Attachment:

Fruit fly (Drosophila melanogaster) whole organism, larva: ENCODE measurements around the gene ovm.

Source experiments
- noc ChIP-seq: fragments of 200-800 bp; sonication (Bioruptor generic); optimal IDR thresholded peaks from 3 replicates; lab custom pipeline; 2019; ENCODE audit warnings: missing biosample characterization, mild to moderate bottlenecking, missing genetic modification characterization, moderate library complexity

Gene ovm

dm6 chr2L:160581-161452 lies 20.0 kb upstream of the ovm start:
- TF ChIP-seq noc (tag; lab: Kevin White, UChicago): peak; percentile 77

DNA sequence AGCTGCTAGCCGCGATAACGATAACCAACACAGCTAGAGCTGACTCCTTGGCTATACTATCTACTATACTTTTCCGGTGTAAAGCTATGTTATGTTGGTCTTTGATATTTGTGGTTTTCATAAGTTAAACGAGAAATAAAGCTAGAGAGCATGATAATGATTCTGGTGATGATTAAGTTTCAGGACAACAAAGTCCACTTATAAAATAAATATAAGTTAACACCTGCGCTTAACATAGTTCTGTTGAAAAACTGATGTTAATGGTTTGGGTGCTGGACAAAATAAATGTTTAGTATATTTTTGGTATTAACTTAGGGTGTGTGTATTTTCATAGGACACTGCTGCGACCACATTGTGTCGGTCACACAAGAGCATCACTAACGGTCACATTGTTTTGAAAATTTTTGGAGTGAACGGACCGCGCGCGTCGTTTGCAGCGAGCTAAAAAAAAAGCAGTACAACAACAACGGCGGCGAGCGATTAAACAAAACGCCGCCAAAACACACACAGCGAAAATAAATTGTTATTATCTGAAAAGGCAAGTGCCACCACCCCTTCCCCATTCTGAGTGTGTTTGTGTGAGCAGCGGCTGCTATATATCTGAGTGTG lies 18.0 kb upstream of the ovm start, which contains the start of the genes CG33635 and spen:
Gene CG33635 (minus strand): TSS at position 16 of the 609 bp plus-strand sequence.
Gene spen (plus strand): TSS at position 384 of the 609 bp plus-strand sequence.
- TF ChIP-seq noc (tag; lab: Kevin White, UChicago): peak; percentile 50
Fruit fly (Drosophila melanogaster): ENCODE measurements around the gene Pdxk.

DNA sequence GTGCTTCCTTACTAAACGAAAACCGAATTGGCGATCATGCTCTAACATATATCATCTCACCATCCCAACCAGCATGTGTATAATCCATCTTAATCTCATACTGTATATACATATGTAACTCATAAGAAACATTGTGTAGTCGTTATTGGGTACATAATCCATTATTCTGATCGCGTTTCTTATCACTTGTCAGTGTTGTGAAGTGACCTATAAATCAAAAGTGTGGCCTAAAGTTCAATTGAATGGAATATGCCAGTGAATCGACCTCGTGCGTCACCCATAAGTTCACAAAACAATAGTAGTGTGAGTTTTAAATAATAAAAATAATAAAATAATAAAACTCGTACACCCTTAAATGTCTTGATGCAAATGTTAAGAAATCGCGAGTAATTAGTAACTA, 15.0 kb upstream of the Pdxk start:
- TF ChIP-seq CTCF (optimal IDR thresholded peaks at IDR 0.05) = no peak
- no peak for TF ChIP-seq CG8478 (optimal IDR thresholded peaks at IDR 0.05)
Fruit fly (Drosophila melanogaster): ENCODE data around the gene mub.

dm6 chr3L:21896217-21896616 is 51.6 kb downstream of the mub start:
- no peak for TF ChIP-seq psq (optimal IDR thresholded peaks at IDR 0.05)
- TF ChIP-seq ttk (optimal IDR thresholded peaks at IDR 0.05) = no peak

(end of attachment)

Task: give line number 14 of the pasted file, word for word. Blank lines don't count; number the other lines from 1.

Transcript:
- no peak for TF ChIP-seq CG8478 (optimal IDR thresholded peaks at IDR 0.05)